Sustainable Development Goals progress requires monitoring
For the UN Sustainable Development Goals to be achieved effectively, it is vital that both the EU and Member States monitor progress closely, writes Bogusław Sonik.
The EU has undertaken to submit joint reports in 2019 to complement the voluntary country reviews undertaken by nearly all EU Member States.
The goals, agreed on by all UN Member States in September 2015, constitute part of the 2030 Agenda to deal with, among others, the eradication of poverty, better access to education, access to energy or action on climate.
From the outset, the EU was heavily involved in the SDG negotiation process and implementation, as many of the goals are linked to obligations and competences set out in EU treaties.
SDGs are an important innovation within the multilateral UN system, helping eliminate the artificial division between rich, developed countries and poorer ones, that until now these had existed in the previously-agreed Millennium Development Goals.
These Goals embraced a rhetoric of wealthy providers of development helping its poor recipients.
However, in the meantime, global development dynamics have changed enormously, with new economic superpowers emerging - the so-called BRICS countries of Brazil, Russia, India, China and South Africa.
At the same time the majority of the poorest people live in countries with average incomes; it is these inequalities that SDGs must rebalance.
In accordance with the 2030 Agenda definition, all countries are developing countries and therefore these goals are universal, shared and interlinked.
This has implications for the EU and its Member States at all levels.
In the last four years, EU Member States assumed leadership for overcoming the challenges of implementing SDGs, such as ensuring coherence with other international obligations, setting up indices and monitoring mechanisms for support for developing countries.
Although the EU has achieved numerous successes, its Member States must take cohesive actions on climate, balanced consumption or better education and social integration.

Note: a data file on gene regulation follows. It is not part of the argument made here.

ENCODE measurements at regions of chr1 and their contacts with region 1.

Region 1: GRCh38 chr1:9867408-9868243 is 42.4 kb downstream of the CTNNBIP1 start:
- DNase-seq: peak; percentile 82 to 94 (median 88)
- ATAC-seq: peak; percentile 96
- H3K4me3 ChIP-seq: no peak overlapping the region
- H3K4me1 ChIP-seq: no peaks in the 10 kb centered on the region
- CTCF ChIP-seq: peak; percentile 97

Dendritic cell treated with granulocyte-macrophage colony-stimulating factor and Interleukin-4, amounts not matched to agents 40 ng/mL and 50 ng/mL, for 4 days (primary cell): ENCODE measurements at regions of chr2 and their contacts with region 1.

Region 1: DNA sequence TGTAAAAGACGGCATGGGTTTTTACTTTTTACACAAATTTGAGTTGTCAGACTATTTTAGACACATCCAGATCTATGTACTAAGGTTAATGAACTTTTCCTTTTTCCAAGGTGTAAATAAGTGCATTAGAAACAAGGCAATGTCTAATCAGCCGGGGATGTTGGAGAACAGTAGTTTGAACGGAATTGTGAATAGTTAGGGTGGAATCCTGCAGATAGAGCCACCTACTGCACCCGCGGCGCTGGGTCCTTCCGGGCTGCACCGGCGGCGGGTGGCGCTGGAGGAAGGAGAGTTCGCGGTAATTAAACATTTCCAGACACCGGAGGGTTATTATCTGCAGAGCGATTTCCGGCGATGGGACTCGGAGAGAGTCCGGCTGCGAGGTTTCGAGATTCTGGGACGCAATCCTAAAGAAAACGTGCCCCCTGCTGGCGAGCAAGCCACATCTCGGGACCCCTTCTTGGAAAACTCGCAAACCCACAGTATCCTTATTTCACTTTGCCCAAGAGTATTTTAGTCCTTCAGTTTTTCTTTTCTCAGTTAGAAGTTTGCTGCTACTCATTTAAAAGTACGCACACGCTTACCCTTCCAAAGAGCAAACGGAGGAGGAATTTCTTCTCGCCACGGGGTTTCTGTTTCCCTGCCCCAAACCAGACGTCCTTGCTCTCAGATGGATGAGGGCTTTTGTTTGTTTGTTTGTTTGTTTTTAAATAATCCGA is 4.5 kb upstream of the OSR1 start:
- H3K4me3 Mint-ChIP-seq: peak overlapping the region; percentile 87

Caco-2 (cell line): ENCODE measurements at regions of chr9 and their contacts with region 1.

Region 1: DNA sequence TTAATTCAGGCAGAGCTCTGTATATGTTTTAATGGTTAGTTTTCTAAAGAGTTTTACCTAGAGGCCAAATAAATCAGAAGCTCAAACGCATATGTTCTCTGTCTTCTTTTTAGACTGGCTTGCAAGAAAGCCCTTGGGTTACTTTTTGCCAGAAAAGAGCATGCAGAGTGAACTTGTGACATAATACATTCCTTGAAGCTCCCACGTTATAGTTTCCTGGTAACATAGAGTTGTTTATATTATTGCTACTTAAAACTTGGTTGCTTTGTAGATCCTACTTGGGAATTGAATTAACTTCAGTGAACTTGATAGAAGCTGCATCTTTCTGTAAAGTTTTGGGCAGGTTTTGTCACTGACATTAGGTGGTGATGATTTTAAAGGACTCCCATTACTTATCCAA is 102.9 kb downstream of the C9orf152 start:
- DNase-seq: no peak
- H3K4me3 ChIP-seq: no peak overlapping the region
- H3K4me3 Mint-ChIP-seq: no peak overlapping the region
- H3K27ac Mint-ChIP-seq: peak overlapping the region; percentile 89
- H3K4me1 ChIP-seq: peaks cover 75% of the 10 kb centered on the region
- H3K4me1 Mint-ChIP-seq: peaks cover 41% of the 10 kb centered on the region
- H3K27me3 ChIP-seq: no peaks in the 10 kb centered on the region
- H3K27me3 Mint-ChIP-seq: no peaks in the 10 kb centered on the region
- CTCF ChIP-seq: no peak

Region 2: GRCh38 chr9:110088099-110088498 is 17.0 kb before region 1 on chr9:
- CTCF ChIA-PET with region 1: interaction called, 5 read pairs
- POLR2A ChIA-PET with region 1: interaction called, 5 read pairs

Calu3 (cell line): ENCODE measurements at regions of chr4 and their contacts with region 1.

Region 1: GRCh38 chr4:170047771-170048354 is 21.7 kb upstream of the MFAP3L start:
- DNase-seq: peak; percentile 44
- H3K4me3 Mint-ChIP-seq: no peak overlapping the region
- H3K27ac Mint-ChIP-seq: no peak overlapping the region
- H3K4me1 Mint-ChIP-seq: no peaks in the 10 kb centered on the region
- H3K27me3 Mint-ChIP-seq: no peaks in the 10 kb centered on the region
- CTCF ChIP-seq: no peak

The majority of EU countries have developed - or intend to update - their national development plans in accordance with the SDGs.
In about 50 percent of Member States, these strategies are already fully operational.
“The majority of the poorest people live in countries with average incomes; it is these inequalities that SDGs must rebalance”
They are also introducing numerous innovations that take into account the 17 SDGs in their budgets, scientific and political cooperation or are setting up platforms for interested parties to contribute to making efforts more effective.
A large majority of Member States have also committed to regular and comprehensive reviews of their implementation, although some have still to do so.
It is vital that the EU encourages all Member States to undertake voluntary national reviews of SDG progress with timely and regular reporting.
Parliament’s resolution on the EU’s implementation of SDGs, adopted at plenary in March 2019, also contains a reference to an analytical document issued by the Commission at the end of January.
Entitled ‘Towards a Sustainable Europe by 2030’ it sets out three scenarios for how the EU could pursue sustainable development implementation.
The first is the most ambitious and assumes an overarching strategy to achieve these aims, taking into consideration specific deadlines and joint monitoring at the national and EU level.
The second includes aims that fall within the European scope of action, but without binding guidelines and also without Member State coordination.
The third is to maintain the status quo, i.e. the least demanding approach from the point of view of Member States, aimed at concentrating EU efforts on its external actions with marginal actions at national level.
From the EPP Group perspective, only the first scenario could mean progress in relation in the current circumstances.
It is an ambitious and complex scenario and would require a cohesive position of EU Member States on implementation.
“It is vital that the EU encourages all Member States to undertake voluntary national reviews of SDG progress with timely and regular reporting”
However, if we are to act as global leaders, we must be both ambitious and self-critical.
We must have tools to assess the actions we undertake if we are to adapt European policies to achieve the aims of the Agenda.
It seems that the key task, and at the same time a challenge, for the European Commission is a gap analysis of the existing political strategies and their implementation.
This will define the most pressing areas where there is lack of cohesion lie as well as developing the framework for monitoring and review of the different goals from the point of view of the EU and its Member States.
SDGs can be achieved only where comprehensive strategies have been developed and incorporated into both internal and external EU policies as well as in the management mechanisms.
This, of course, will be a task for the new European Commission to set up after the elections and for the new European Parliament, whose composition will be known in early June.
The new College of Commissioners would have to stress an approach based on multilevel governance, including active and wide-ranging citizen, civic organisations and private sector involvement.
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